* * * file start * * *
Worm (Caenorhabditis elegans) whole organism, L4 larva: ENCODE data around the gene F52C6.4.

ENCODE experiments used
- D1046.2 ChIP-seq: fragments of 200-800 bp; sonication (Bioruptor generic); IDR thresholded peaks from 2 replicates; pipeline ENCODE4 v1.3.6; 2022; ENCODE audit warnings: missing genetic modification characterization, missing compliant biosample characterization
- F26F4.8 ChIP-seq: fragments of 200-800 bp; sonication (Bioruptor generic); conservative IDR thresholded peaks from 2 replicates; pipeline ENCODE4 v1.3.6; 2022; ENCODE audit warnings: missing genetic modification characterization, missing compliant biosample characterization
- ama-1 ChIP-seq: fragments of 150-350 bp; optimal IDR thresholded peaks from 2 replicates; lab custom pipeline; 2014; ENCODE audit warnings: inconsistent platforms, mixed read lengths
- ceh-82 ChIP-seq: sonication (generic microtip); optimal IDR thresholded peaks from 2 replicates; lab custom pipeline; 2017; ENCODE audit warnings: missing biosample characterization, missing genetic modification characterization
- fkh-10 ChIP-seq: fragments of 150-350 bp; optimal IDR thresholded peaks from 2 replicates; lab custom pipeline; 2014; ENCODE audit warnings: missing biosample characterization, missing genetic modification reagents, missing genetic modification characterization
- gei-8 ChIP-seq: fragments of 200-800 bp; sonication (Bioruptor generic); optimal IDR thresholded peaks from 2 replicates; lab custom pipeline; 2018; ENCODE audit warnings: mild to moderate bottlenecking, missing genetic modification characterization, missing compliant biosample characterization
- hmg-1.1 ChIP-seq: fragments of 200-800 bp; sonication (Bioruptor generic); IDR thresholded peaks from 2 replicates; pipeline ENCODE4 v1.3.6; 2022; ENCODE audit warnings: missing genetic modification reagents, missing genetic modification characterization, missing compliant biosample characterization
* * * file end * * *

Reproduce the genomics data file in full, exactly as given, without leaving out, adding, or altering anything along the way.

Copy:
Worm (Caenorhabditis elegans) whole organism, L4 larva: ENCODE data around the gene F52C6.4.

ENCODE experiments used
- D1046.2 ChIP-seq: fragments of 200-800 bp; sonication (Bioruptor generic); IDR thresholded peaks from 2 replicates; pipeline ENCODE4 v1.3.6; 2022; ENCODE audit warnings: missing genetic modification characterization, missing compliant biosample characterization
- F26F4.8 ChIP-seq: fragments of 200-800 bp; sonication (Bioruptor generic); conservative IDR thresholded peaks from 2 replicates; pipeline ENCODE4 v1.3.6; 2022; ENCODE audit warnings: missing genetic modification characterization, missing compliant biosample characterization
- ama-1 ChIP-seq: fragments of 150-350 bp; optimal IDR thresholded peaks from 2 replicates; lab custom pipeline; 2014; ENCODE audit warnings: inconsistent platforms, mixed read lengths
- ceh-82 ChIP-seq: sonication (generic microtip); optimal IDR thresholded peaks from 2 replicates; lab custom pipeline; 2017; ENCODE audit warnings: missing biosample characterization, missing genetic modification characterization
- fkh-10 ChIP-seq: fragments of 150-350 bp; optimal IDR thresholded peaks from 2 replicates; lab custom pipeline; 2014; ENCODE audit warnings: missing biosample characterization, missing genetic modification reagents, missing genetic modification characterization
- gei-8 ChIP-seq: fragments of 200-800 bp; sonication (Bioruptor generic); optimal IDR thresholded peaks from 2 replicates; lab custom pipeline; 2018; ENCODE audit warnings: mild to moderate bottlenecking, missing genetic modification characterization, missing compliant biosample characterization
- hmg-1.1 ChIP-seq: fragments of 200-800 bp; sonication (Bioruptor generic); IDR thresholded peaks from 2 replicates; pipeline ENCODE4 v1.3.6; 2022; ENCODE audit warnings: missing genetic modification reagents, missing genetic modification characterization, missing compliant biosample characterization